President Obama laid out his plan for sending 30 thousand more troops to Afghanistan during a speech last night at the United States Military Academy in West Point, New York. He wants to start the deployment quickly, within six months, with a goal of beginning a pullout in mid 2011 and having most troops out by 2013.
Some highlights of the speech:
- Obama called Afghanistan and Pakistan “the epicenter of the violent extremism practiced by Al Qaeda.”
- He rejected parallels to Vietnam, noting that we have a broad coalition of allies, that the insurgency isn’t popular in Afghanistan and that we were attacked from Afghanistan.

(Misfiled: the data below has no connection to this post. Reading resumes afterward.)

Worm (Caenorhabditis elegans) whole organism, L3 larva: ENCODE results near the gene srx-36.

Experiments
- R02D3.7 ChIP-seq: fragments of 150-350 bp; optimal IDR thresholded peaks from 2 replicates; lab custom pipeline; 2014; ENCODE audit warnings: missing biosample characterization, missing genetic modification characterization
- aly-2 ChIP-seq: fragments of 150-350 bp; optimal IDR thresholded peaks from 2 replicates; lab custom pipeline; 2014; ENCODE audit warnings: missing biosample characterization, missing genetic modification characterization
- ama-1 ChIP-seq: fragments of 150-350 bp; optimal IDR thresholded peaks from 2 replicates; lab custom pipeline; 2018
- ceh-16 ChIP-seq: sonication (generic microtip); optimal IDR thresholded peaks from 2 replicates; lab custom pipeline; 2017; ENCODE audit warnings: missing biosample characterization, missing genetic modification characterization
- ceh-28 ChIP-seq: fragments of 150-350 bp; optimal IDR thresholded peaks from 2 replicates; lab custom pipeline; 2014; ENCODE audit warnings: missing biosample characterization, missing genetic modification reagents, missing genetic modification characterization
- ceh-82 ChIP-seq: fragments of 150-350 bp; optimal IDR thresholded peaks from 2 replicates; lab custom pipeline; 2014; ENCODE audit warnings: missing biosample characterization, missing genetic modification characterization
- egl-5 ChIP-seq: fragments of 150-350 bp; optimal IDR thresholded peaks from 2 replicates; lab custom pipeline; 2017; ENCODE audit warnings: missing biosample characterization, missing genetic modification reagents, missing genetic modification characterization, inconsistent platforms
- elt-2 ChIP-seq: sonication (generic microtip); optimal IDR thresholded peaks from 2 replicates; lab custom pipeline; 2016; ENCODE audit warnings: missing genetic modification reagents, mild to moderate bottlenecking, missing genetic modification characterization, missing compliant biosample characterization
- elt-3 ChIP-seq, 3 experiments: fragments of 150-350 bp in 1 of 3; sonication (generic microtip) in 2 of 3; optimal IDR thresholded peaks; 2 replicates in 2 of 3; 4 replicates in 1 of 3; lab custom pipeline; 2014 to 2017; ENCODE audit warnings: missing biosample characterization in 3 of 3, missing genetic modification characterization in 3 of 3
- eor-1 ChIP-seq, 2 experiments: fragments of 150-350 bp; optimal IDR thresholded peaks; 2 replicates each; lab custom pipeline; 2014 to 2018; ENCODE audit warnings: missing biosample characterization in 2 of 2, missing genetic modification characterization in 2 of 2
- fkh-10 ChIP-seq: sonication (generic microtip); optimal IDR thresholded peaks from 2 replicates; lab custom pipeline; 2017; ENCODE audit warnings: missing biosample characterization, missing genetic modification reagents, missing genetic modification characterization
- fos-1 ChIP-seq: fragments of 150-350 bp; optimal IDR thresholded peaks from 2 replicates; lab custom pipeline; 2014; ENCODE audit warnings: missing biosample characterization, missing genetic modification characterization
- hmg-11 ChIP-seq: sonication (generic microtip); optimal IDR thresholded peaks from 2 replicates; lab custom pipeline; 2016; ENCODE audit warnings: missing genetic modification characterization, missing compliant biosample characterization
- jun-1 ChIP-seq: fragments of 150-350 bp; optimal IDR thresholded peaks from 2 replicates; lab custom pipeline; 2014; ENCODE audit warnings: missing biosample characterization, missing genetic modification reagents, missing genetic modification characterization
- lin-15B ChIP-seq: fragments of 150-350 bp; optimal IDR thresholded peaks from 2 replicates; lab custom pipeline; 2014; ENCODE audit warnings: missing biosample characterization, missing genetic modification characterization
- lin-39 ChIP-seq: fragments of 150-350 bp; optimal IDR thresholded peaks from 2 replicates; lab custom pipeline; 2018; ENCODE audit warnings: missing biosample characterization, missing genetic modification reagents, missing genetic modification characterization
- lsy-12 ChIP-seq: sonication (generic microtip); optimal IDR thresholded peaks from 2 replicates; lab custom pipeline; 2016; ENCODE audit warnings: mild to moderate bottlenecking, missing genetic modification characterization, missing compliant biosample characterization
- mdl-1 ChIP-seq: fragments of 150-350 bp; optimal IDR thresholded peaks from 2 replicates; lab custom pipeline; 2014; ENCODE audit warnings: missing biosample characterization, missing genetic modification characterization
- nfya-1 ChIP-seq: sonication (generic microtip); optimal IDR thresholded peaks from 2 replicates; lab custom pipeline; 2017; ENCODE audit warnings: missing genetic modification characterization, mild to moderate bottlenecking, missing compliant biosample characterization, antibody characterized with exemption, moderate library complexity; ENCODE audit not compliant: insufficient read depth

- His goals are to “deny al Qaeda a safe-haven…reverse the Taliban’s momentum and deny it the ability to overthrow the government…and strengthen the capacity of Afghanistan’s security forces and government.”
In conclusion, the president insisted, “It is easy to forget that when this war began, we were united — bound together by the fresh memory of a horrific attack, and by the determination to defend our homeland and the values we hold dear. I refuse to accept the notion that we cannot summon that unity again.”
Republicans were generally supportive, though most questioned the president’s 2013 deadline. Democrats were split, with many asking whether more troops is the answer to defeating the Taliban and Al Qaeda.